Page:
Supporting Your Brand Outposts Through Content and Channel

In the second installment of our blog series, Chief Creative Officer Chris Hoke breaks down the evolution of content and channels, how audiences consume content across various types of mediums, and the increasing significance for brands amidst COVID-19 to hone their messages and deepen consumer engagement.

Part One: Searching for Deeper Connections During Times of Change 
Part Two: Supporting Your Brand Outposts Through Content and Channel 
Part Three: Evaluating Your Success Story: Understanding Audience Feedback

Our goal as communications professionals should be not just to speak, but to understand and, in turn, grow our understanding of our audiences. The path there isn’t overly difficult – it requires listening in addition to speaking. Listening in today’s world might mean surveys, focus groups, digital data and analytics, or simple intuition. What isn’t quite as easy is knowing how to interpret what you are hearing by channel and what type of response can deepen engagement.



Considering the proliferation of data and the broad choice of media channels, we can  easily find our desired audiences and speak directly to them. Each medium, however, has its own language and nuance that we must understand to make real connections with people and cut through the clutter. As we look to speak thoughtfully both during and after the COVID-10 pandemic, we must look at not only where our brand tribes are (through listening to data) but WHY they are congregating there. Is it because they find the pace of the channel familiar? Or simply because that medium is where their friends and family congregate?

A medium is defined in science as “an intervening substance through which something is transmitted.” In this discussion, it’s an accurate description. By this definition, a medium is not passive— it intervenes and affects your message beyond your control. How, as professionals, can we predictably navigate this constantly changing landscape?

Marshall Mcluhan was a philosopher whose work in media theory is considered prescient and groundbreaking. He posed the idea that each new medium carries the content of the last accepted one until it finds its own unique form of expression. As an example, early movies were the equivalent of adding words and pictures to the popularized radio show format. As the cinema medium found its footing and started to hone its own identity, television emerged and began to compress storylines into shorter formats to allow for more advertising. As television’s form exploded through cable, the ultimate media emerged alongside it: digital and social channels.

Suddenly, brands began to compete head-to-head with individual personalities and peers for attention and mindshare. It’s no longer an option to have static messages and content – audiences expect brands to move with the news cycle and respond to trends and events. Success in new channels is built on understanding the personality and unique format of the channel, and then speaking with a voice built on the personality and point of view of your brand or organization.


Content can be defined as “the subject matter or symbolic significance of something” as well as “information made available by a website or other electronic medium.” Both are accurate as stand-alone definitions, but viewing these descriptions together provides a more complete interpretation for this discussion. Content is a primary tool at our disposal as communications professionals. It is where the individualism and personality of a brand can be expressed. Critical to creating effective content is an elevated sense of craft: smart storytelling, artful visualization and good, audience-appropriate writing.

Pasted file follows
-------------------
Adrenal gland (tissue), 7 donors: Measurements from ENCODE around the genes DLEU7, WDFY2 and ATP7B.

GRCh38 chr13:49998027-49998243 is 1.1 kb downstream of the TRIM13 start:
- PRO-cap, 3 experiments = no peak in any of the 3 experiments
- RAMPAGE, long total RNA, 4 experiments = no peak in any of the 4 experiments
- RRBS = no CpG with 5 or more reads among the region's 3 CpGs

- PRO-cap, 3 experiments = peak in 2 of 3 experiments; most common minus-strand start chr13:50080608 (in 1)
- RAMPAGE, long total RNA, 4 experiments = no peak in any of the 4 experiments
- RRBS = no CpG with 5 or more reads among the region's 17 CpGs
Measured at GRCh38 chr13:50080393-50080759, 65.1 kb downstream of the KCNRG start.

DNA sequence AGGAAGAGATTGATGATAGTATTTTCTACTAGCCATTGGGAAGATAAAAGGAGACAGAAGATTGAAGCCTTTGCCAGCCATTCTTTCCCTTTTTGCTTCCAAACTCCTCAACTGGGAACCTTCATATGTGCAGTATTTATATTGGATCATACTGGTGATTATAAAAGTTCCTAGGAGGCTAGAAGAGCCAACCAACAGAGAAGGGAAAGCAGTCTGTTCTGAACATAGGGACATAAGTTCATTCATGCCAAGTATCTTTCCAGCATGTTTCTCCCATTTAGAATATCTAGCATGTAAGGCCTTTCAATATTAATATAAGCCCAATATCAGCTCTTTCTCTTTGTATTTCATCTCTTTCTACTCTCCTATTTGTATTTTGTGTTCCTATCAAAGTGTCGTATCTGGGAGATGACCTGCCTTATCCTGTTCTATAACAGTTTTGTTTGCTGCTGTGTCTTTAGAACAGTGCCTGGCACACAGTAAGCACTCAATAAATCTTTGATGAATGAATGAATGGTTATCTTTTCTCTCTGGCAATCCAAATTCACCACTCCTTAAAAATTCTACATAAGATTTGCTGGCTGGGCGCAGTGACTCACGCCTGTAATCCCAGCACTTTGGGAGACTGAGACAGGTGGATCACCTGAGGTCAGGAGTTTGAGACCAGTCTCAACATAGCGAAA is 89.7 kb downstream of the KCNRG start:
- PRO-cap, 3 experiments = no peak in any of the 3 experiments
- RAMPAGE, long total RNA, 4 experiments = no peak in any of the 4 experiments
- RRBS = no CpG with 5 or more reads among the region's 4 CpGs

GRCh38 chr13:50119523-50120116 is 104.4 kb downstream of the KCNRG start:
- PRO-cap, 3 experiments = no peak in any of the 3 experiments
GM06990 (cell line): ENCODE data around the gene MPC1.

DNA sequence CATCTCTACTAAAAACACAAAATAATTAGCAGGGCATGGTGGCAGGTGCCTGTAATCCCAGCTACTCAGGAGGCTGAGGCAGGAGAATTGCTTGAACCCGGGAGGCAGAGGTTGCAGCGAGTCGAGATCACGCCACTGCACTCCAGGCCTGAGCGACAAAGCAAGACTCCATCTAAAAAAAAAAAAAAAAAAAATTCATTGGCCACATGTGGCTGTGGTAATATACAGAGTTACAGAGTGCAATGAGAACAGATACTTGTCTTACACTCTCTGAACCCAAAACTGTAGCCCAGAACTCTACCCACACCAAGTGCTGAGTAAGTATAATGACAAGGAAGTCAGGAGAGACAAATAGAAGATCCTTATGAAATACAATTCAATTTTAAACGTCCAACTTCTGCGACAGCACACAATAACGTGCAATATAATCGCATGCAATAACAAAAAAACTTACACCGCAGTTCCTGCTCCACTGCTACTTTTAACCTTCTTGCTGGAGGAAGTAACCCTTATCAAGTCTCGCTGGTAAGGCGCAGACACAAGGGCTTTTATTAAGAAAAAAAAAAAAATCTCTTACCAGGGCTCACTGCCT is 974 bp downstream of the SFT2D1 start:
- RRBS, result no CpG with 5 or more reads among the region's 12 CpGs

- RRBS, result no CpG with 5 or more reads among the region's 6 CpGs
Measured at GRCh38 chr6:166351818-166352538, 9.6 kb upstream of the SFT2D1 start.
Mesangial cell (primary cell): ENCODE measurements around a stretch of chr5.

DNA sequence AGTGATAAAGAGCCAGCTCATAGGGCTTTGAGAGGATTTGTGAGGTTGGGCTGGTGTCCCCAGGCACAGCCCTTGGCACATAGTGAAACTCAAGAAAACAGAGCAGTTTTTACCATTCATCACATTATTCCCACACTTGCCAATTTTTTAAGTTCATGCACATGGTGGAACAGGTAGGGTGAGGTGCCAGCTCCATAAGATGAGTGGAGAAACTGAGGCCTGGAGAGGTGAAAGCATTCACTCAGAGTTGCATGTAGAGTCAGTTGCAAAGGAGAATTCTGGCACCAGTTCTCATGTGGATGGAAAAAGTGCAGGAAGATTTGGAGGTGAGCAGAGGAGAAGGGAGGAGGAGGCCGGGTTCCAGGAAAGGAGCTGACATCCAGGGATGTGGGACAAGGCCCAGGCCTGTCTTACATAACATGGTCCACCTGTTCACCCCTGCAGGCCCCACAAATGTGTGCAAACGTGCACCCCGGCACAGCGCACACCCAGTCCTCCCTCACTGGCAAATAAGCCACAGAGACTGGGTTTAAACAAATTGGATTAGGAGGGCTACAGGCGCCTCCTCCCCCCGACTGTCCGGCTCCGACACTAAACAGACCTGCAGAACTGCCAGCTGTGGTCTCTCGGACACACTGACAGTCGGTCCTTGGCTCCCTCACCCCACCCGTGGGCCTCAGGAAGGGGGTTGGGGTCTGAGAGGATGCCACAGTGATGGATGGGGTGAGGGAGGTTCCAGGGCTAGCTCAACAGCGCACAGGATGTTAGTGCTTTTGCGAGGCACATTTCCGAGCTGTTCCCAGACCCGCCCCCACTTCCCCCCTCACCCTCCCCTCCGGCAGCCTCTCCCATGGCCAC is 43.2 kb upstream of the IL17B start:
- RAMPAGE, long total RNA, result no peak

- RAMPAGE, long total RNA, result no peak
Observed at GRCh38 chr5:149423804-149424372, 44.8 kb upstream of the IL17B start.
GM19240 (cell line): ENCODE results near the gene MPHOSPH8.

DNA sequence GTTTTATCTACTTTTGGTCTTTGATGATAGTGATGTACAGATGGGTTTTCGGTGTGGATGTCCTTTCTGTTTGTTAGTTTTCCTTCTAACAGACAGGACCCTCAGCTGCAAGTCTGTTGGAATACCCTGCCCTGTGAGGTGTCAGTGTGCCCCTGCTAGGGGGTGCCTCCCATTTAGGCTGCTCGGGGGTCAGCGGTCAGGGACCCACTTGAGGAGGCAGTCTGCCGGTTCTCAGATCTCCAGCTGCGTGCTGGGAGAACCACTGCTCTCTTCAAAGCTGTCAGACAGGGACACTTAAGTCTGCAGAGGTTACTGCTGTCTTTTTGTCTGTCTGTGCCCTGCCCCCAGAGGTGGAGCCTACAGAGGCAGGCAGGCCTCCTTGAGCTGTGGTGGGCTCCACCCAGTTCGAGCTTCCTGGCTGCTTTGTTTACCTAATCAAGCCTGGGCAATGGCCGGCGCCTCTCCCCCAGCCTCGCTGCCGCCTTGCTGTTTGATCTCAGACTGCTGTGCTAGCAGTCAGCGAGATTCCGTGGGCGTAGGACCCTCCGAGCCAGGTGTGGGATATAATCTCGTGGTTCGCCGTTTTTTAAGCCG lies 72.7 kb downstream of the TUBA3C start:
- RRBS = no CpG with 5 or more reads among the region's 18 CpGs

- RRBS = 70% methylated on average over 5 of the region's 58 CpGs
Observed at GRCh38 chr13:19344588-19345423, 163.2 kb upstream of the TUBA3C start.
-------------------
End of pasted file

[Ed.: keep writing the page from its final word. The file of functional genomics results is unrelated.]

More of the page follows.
If we accept that we vie for attention with not only competing brands, but our audience’s friends, family, favorite music, apps and games, then we must accept that we can’t be a passive entity. People need to not only hear your message; they need to choose your message. Influencers are a valid way to reach a pre-determined audience and align with someone else’s voice, but this strategy needs to be paired with a brand’s own solid point of view and personality.

Humanizing your brand requires listening and learning. It also means being authentic by creating a personality and messages that audiences find consistent, relatable, and trustworthy. Brands that do this well, especially during difficult times like the current crisis, put people first – their employees, their customers and their neighbors. They demonstrate humility and compassion in distinct ways that connect to their audience.

The personality of a brand should be authentic to the brand’s values and should be relatable to its audiences. A great example on Twitter is Wendy’s Restaurants —they have 3.7MM followers and utilize the channel for content and giveaways focused through a familiar and approachable tone. Some of the content is laugh-out-loud funny and has less to do with their product than embracing the lifestyle  of their Gen-Z audience on the channel.

GoPro utilizes Instagram to showcase content made with their cameras, and in the process inspires its followers to use the products in new and exciting ways. By showcasing user-generated content, they have created a community of consumers of over more than 17 million followers who understand not only the aim of the channel, but their place in it.

In the same way that relationships between people can grow and change, organizations must be aware that their audiences will evolve as their lives and circumstances evolve and likely “jump” channels—and they will need to make the leap with them. By listening with as much intention as we speak, communications professionals can continue to navigate an accelerating landscape and build deeper connections with our audiences.

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